15:40 GMT04 June 2020
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    Amid the additional burden of Riyadh’s military campaign in Yemen, it will be impossible for the Saudis to achieve their goals in a simultaneous ground operation in Syria without the support of NATO and other allies, as the country does not have the resouces to wage war on two fronts.

    According to Defense News, Syria would become “quicksand” for Saudi Arabia, if Riyadh puts boots on the ground in the war-torn country. The Saudis, currently involved in a military conflict in Yemen, will quickly face a lack of resources in conducting two large-scale operations.

    “Saudi Arabia should be careful not to overstretch its military and diplomatic efforts, as Syria could be "quicksand" for them,” Paul Sullivan, National Defense University professor said, quoted by Defense News.

    Some experts believe that Saudi Special Forces are well prepared and could be deployed in Turkey for a brief time period, in preparation for a further operation Syria.

    "Their ability is to move in quickly and establish local partnerships. It’s modeled after the American approach. They are elite units. They are fast and mobile and with a full-spectrum capability to move and operate on short notice,” Oubai Shabandar, a former Pentagon official, stated.

    Analysts note that the lack of combat experience for much of the Saudi military could hamper Riyadh’s plans.

    “With only partial, previous combat experience, it is unlikely there will be enough [Saudi] troops ready and capable of contributing to both theaters [in Syria and Yemen],” Matthew Hedges, an expert in Middle Eastern military security, said.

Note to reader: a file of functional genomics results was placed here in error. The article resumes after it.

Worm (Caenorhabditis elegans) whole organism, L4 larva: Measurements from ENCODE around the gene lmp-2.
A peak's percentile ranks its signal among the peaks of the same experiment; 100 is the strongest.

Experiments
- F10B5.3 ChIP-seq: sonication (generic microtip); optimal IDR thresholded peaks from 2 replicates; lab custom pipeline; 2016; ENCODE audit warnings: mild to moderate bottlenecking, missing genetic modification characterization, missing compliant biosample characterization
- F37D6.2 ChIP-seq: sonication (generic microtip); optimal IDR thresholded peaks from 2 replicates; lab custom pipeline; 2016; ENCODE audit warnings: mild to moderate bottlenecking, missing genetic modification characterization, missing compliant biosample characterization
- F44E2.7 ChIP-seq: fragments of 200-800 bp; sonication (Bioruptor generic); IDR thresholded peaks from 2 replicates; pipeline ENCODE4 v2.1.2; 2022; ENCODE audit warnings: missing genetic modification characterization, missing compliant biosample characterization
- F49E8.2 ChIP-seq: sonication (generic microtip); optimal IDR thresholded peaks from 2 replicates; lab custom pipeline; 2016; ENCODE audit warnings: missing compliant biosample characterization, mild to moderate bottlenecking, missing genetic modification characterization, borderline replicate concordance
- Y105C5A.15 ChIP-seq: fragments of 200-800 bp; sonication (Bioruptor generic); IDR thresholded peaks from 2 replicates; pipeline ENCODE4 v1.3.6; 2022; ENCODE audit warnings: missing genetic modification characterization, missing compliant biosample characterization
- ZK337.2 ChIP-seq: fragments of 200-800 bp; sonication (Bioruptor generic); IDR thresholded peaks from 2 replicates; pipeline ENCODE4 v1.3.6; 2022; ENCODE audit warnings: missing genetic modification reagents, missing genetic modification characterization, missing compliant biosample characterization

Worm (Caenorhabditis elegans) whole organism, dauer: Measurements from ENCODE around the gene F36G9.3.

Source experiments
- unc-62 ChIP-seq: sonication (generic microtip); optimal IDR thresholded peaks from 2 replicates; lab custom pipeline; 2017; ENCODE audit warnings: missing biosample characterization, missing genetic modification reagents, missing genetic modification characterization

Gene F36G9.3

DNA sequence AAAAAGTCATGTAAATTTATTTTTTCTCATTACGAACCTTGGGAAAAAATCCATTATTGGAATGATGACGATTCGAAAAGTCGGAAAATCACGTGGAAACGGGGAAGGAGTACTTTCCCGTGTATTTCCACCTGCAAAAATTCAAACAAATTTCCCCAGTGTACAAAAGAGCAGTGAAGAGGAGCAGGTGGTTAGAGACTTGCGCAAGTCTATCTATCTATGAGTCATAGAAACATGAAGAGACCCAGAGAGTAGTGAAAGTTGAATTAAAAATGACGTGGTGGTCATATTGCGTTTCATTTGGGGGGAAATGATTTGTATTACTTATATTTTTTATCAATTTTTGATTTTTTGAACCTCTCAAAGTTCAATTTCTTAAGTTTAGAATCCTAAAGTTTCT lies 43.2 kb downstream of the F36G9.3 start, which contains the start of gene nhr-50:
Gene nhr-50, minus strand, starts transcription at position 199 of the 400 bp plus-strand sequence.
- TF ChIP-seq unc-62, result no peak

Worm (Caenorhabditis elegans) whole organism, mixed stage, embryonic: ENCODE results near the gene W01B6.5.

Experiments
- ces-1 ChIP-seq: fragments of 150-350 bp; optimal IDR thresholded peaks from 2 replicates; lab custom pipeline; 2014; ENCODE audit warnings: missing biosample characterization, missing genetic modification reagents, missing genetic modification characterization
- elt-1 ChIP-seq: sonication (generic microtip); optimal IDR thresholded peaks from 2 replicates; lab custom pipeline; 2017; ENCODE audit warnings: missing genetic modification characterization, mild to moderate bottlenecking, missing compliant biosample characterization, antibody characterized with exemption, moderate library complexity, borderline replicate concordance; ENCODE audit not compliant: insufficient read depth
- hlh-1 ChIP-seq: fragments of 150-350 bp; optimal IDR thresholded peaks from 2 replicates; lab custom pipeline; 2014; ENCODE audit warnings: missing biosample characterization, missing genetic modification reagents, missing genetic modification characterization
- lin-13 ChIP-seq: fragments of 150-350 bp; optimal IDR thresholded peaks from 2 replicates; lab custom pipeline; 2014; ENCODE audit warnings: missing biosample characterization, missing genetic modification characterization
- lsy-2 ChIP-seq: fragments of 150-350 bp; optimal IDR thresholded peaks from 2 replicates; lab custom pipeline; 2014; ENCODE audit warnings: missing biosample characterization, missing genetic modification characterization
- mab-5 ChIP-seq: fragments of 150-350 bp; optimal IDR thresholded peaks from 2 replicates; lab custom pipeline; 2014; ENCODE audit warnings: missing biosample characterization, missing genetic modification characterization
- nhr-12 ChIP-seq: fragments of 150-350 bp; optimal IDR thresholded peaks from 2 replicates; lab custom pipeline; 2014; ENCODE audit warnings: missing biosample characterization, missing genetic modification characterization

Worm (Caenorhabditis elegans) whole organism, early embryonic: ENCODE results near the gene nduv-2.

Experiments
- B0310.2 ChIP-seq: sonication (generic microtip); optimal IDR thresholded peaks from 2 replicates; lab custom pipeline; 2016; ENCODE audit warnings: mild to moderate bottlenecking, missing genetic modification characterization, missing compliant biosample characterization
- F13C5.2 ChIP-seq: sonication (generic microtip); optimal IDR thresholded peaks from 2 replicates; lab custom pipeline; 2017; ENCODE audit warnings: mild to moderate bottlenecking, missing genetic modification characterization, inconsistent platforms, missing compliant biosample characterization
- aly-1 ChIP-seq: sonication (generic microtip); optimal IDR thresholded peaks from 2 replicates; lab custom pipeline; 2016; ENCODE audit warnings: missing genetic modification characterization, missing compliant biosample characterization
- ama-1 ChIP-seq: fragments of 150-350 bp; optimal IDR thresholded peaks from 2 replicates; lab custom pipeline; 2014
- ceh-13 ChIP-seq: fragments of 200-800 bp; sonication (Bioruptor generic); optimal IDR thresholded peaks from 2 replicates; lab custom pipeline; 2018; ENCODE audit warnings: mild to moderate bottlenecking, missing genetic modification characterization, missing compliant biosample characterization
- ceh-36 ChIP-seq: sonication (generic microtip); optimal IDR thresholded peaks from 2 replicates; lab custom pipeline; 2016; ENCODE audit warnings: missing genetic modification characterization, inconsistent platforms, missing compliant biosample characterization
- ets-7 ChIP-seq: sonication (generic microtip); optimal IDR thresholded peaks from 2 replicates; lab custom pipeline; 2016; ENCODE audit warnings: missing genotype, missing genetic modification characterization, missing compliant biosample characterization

The situation in Syria is markedly different from that in Yemen. Geopolitical factors, including the involvement of Russia and Iran, complicate matters for the Saudis, Defense News noted.

    Shabandar underscored that Riyadh could not carry out two operations simultaneously without the military support of its allies.

    "A full-fledged Turkish-Arab conventional force incursion into northern Syria requires either a NATO air umbrella or international coalition support," he asserted.

    Jordan and Kuwait, two allies of Riyadh from the Gulf Cooperation Council, announced they would not take part in military operations in Syria, whether led by Saudis or Turks. Jordan stated that it would send troops to Syria, if the operation was approved by the UN and coordinated with Russia. Kuwait stressed that its constitution prohibits its country’s military from taking part in any fighting except that of a  defensive nature.

    A major question remains regarding the ongoing civil war in Syria, that of whether further intervention will help or hamper Daesh (ISIL). Other unknowns include delineating an exit strategy and a creating a roadmap to rebuild the country after the war ends, Defense News said.


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    Syrian conflict, Yemen conflict, military activity, boots on the ground, Gulf Cooperation Council (GCC), Daesh, NATO, Yemen, United States, Saudi Arabia, Syria
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